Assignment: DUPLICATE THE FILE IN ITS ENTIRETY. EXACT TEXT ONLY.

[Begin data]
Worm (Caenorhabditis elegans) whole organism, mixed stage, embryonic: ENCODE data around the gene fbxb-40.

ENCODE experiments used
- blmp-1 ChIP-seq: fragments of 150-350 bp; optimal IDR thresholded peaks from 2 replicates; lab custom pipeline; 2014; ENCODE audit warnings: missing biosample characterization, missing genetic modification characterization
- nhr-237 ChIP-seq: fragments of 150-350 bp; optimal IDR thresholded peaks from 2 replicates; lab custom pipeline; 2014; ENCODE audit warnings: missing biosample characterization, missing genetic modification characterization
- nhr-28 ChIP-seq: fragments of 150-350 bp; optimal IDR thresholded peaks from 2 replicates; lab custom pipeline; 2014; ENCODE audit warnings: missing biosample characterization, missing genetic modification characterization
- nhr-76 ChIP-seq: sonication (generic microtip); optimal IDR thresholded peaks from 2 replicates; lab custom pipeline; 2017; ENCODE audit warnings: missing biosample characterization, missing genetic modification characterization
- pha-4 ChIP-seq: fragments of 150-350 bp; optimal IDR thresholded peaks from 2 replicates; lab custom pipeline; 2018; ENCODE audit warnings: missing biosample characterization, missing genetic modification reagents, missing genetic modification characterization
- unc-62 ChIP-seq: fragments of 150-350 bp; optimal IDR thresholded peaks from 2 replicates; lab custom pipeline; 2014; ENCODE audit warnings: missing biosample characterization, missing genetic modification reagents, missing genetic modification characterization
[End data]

Worm (Caenorhabditis elegans) whole organism, mixed stage, embryonic: ENCODE data around the gene fbxb-40.

ENCODE experiments used
- blmp-1 ChIP-seq: fragments of 150-350 bp; optimal IDR thresholded peaks from 2 replicates; lab custom pipeline; 2014; ENCODE audit warnings: missing biosample characterization, missing genetic modification characterization
- nhr-237 ChIP-seq: fragments of 150-350 bp; optimal IDR thresholded peaks from 2 replicates; lab custom pipeline; 2014; ENCODE audit warnings: missing biosample characterization, missing genetic modification characterization
- nhr-28 ChIP-seq: fragments of 150-350 bp; optimal IDR thresholded peaks from 2 replicates; lab custom pipeline; 2014; ENCODE audit warnings: missing biosample characterization, missing genetic modification characterization
- nhr-76 ChIP-seq: sonication (generic microtip); optimal IDR thresholded peaks from 2 replicates; lab custom pipeline; 2017; ENCODE audit warnings: missing biosample characterization, missing genetic modification characterization
- pha-4 ChIP-seq: fragments of 150-350 bp; optimal IDR thresholded peaks from 2 replicates; lab custom pipeline; 2018; ENCODE audit warnings: missing biosample characterization, missing genetic modification reagents, missing genetic modification characterization
- unc-62 ChIP-seq: fragments of 150-350 bp; optimal IDR thresholded peaks from 2 replicates; lab custom pipeline; 2014; ENCODE audit warnings: missing biosample characterization, missing genetic modification reagents, missing genetic modification characterization